But at the time that they had showed up in Austin, Ben was sleeping underneath his desk, and he lives on yoga mats out in California. So they didn't have a lot. They had got on later to raise money to help them grow and had raised something around $35 million to scale it. But it definitely wasn't clear in the early days that that was gonna be a thing.

Zac says that they code by day, be working on the product. And then he always thinks that the best way to learn things is by being on that front line. Get that first-hand knowledge. And one of the most important things for them with that company was to have the delivery drivers provide a really good experience and to get lots of drivers that wanted to have it be the way that they would make money.

So they would code by day and then deliver by night. Zac had done over 500 Favors himself, a few tears to people, after a night out at the bar, or whatever it was and kind of learning was cool, because you would build the feature, and then you would get to use it that night to see if it was working the way that you'd expect it to.

 

Getting the Word Out About Favor App


They were at an interesting time in digital marketing. Facebook had just had their AdWords or their ads program and then Instagram ads hadn't even been out yet. They had some first movers of being able to run digital ads on those platforms.

One of the things was they would always try to figure out what were the main food items that people would want in in town. So one of the first ads that really got humming was a Torchy Tacos ad of a taco. It's like if you would want to see the ad, and it would make you want to lick the screen. They knew that we would have a good campaign running.

Since not a lot of other advertisers for yet, they were using it yet as the distribution channel. There wasn't as much competition so the cost per sign-up for the consumers was really low. Plus at that time, not a lot of companies and brands were doing things with influencer marketing, and Instagram. And so they were able to tap into that audience as one of the kinds of the early things too.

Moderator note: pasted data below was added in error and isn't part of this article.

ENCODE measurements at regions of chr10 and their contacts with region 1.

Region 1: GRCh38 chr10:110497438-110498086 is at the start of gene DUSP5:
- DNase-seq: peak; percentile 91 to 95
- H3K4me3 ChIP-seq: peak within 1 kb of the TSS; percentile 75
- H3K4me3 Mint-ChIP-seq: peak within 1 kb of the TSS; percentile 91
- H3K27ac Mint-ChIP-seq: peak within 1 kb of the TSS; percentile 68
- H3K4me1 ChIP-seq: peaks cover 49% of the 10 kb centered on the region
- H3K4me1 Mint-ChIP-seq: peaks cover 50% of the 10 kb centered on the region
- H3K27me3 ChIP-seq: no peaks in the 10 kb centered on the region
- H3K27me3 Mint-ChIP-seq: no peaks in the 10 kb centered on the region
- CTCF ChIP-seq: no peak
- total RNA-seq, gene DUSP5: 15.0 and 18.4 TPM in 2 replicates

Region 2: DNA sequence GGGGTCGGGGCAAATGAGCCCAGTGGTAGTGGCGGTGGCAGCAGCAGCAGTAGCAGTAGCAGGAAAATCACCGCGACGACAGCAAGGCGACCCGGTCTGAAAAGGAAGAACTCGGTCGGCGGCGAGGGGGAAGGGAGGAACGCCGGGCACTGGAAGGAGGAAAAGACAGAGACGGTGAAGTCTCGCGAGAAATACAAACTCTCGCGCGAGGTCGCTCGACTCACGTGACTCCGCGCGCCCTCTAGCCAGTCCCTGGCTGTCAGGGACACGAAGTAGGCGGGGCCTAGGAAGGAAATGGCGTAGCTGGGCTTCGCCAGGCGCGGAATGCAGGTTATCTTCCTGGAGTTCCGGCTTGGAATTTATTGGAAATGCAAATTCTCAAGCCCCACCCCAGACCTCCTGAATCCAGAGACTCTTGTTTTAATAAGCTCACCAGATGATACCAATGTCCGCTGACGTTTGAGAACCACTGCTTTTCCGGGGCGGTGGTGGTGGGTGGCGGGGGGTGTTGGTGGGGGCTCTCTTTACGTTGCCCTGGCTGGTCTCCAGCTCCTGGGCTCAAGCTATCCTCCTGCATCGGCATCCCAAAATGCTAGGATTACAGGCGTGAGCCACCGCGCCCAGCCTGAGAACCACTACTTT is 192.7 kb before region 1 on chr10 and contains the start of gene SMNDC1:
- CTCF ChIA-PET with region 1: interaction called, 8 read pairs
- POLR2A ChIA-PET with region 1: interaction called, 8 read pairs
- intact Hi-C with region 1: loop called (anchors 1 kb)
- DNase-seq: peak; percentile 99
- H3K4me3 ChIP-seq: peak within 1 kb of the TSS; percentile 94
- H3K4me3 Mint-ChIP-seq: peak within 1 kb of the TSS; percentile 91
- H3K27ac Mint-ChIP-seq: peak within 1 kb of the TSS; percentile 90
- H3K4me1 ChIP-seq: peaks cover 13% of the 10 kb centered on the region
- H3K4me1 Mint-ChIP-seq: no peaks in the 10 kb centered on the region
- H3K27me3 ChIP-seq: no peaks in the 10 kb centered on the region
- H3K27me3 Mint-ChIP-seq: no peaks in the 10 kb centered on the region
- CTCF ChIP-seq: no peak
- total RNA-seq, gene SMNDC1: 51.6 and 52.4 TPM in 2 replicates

So he would find influencers in any city and say, hey, we're doing this campaign with Chick-Fil-A or something, would you like to get some free food, and we'd send them some dinner, and then they would post about it and then tell their audience about a campaign that would have to give free food to people the next day, and they could be the one kind of breaking that news or story.

Zac said that there was a bit of a land grab going on inside of the on-demand delivery space. They thought that it would be important for them to win some big markets like Miami and DC and Atlanta and Nashville. What had happened back then was there were a lot of other companies that were starting to get out nationally, some companies like DoorDash and Postmates. And so the competition in some of these cities was super fierce.

As Jeff Bezos says, your margin is my profit. It's like the same thing with these other competitors. It was almost like a contest of who's gonna hold their breath the longest. Some of these guys would go into the city and give out free delivery fees for the first month or two.

It's like a smaller company, it's hard to sustain that race to the bottom favor had expanded outside of Texas, they broke out to a handful of major cities, and they're operating some of the big ones like Miami and Atlanta and Nashville, and DC weaving actually opened up Toronto as a market at one point when they're doing a pilot with McDonald's. So they got out to a lot of places, as part of like this, this land grab back then. But what they ended up finding was, as a small company, our money would go a lot further in Texas. So they ended up having to retract in the exit a lot of the cities, and then kind of double down on Texas.

 

Merchant Partnerships and Onboarding Drivers